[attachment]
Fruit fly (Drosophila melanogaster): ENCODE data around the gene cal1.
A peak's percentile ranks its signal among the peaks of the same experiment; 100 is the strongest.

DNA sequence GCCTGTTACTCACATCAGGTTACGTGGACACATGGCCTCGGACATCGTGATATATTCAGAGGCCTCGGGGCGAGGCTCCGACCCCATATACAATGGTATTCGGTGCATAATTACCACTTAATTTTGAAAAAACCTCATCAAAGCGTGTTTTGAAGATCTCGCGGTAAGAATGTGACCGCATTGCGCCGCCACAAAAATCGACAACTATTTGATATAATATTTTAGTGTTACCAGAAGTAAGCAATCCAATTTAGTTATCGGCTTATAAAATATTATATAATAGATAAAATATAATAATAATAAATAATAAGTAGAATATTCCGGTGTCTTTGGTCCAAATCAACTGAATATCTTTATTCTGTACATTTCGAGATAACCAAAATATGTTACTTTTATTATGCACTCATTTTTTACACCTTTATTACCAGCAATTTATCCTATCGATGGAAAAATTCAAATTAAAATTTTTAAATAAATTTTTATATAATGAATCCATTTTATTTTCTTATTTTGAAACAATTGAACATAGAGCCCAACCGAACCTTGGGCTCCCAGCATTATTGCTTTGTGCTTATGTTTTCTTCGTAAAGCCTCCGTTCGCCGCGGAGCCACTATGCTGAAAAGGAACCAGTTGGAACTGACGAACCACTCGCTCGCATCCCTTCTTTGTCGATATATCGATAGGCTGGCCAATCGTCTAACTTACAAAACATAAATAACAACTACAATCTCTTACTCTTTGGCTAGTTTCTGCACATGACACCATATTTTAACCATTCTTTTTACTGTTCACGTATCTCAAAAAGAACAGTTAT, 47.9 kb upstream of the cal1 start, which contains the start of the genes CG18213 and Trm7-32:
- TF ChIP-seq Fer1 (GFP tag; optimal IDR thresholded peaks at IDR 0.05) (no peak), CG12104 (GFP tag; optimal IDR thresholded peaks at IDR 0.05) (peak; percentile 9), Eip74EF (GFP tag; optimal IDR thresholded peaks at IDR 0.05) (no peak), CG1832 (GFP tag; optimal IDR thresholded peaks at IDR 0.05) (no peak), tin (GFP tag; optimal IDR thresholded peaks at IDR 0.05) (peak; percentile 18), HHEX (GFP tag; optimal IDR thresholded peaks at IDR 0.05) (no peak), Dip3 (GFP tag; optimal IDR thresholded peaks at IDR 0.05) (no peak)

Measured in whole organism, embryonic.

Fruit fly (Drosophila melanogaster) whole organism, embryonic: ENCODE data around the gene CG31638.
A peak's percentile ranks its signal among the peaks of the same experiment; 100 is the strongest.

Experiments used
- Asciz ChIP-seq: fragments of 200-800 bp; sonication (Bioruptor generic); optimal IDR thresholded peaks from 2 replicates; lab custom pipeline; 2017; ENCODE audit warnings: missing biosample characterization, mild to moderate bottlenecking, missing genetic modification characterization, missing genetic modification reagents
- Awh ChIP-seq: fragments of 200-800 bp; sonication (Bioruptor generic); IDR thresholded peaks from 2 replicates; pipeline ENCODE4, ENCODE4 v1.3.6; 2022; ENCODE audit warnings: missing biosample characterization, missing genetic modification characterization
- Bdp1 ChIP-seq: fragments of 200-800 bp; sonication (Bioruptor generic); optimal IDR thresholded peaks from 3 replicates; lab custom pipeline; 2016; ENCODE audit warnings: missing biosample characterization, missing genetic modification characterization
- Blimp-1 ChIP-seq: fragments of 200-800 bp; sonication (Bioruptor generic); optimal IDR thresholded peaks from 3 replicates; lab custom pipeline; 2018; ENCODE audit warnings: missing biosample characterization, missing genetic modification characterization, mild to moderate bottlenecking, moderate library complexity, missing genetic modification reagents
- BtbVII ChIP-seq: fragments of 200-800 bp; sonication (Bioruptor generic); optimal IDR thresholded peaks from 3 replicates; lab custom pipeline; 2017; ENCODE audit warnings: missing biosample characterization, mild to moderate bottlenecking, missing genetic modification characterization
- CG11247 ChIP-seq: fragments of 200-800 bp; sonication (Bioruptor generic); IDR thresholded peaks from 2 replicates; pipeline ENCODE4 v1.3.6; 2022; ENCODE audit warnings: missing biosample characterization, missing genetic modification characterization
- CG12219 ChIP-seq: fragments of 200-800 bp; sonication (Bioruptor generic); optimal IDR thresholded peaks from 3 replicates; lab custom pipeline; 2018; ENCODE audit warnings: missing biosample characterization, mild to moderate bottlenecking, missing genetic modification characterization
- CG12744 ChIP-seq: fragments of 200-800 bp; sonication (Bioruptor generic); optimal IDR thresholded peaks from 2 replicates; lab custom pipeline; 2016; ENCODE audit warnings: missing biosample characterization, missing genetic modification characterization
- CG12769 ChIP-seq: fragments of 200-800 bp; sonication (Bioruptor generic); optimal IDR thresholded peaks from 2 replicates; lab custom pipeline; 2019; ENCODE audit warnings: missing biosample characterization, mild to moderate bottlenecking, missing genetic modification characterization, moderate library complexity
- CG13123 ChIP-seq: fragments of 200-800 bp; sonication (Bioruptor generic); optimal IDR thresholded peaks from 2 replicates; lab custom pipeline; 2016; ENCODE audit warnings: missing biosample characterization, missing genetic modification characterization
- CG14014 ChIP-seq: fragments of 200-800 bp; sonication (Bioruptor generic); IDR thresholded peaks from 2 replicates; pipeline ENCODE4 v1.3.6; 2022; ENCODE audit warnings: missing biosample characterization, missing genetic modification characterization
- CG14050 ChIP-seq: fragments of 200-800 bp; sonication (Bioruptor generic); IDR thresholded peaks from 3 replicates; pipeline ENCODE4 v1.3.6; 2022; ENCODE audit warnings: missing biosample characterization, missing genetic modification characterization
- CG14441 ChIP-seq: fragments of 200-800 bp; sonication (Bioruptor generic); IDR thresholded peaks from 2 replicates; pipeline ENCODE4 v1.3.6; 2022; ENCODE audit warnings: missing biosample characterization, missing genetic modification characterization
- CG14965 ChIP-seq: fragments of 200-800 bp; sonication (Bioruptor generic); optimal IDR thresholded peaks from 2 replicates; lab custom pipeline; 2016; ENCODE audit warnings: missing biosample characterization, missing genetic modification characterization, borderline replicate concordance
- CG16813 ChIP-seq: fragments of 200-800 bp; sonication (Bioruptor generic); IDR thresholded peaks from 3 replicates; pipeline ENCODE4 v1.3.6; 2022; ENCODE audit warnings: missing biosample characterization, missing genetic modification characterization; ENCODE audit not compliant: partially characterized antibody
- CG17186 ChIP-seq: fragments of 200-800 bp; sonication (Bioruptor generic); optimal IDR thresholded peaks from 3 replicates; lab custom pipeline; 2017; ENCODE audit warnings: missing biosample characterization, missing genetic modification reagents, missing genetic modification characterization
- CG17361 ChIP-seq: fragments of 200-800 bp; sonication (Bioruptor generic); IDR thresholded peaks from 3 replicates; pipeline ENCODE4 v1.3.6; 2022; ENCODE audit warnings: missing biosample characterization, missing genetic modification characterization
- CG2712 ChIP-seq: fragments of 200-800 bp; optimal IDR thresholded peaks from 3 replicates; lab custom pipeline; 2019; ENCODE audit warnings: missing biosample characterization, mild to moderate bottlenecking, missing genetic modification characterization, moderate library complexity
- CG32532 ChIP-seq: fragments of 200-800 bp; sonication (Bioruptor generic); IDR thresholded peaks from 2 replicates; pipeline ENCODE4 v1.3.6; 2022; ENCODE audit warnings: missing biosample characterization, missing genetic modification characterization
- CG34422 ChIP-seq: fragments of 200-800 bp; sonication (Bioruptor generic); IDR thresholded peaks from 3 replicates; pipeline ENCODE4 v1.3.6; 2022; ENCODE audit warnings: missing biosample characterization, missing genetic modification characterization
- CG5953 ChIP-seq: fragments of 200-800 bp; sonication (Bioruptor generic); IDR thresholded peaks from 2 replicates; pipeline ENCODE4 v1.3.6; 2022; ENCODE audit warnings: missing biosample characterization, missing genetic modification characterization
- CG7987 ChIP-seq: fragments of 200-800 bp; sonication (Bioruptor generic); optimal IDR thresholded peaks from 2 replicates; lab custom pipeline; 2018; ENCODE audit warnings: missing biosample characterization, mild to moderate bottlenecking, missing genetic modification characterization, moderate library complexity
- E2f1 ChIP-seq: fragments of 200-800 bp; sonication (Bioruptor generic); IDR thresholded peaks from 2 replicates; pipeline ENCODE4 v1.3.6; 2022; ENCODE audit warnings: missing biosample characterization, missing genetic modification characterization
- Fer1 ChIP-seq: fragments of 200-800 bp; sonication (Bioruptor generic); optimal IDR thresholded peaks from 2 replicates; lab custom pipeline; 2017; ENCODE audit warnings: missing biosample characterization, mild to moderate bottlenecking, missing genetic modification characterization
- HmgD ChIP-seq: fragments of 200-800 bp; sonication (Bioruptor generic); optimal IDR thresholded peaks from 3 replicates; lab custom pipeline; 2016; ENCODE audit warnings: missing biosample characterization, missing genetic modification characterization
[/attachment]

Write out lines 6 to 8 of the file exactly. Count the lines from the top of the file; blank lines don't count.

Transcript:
Fruit fly (Drosophila melanogaster) whole organism, embryonic: ENCODE data around the gene CG31638.
A peak's percentile ranks its signal among the peaks of the same experiment; 100 is the strongest.

Experiments used